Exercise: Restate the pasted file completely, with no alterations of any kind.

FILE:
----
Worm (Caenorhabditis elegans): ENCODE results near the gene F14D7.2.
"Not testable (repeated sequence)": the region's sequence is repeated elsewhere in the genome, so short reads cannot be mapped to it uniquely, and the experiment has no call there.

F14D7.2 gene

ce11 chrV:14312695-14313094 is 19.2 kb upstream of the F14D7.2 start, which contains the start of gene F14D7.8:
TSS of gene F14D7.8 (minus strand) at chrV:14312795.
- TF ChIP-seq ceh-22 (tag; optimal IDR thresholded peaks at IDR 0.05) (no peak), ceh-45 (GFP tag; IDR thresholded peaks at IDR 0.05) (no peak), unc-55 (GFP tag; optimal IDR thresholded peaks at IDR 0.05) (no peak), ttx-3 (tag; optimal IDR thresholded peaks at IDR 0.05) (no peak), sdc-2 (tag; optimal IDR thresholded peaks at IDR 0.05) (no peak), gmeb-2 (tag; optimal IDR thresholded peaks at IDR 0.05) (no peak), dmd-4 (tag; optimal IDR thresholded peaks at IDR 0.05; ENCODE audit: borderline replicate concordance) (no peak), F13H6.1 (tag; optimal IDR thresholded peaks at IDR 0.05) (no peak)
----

Worm (Caenorhabditis elegans): ENCODE results near the gene F14D7.2.
"Not testable (repeated sequence)": the region's sequence is repeated elsewhere in the genome, so short reads cannot be mapped to it uniquely, and the experiment has no call there.

F14D7.2 gene

ce11 chrV:14312695-14313094 is 19.2 kb upstream of the F14D7.2 start, which contains the start of gene F14D7.8:
TSS of gene F14D7.8 (minus strand) at chrV:14312795.
- TF ChIP-seq ceh-22 (tag; optimal IDR thresholded peaks at IDR 0.05) (no peak), ceh-45 (GFP tag; IDR thresholded peaks at IDR 0.05) (no peak), unc-55 (GFP tag; optimal IDR thresholded peaks at IDR 0.05) (no peak), ttx-3 (tag; optimal IDR thresholded peaks at IDR 0.05) (no peak), sdc-2 (tag; optimal IDR thresholded peaks at IDR 0.05) (no peak), gmeb-2 (tag; optimal IDR thresholded peaks at IDR 0.05) (no peak), dmd-4 (tag; optimal IDR thresholded peaks at IDR 0.05; ENCODE audit: borderline replicate concordance) (no peak), F13H6.1 (tag; optimal IDR thresholded peaks at IDR 0.05) (no peak)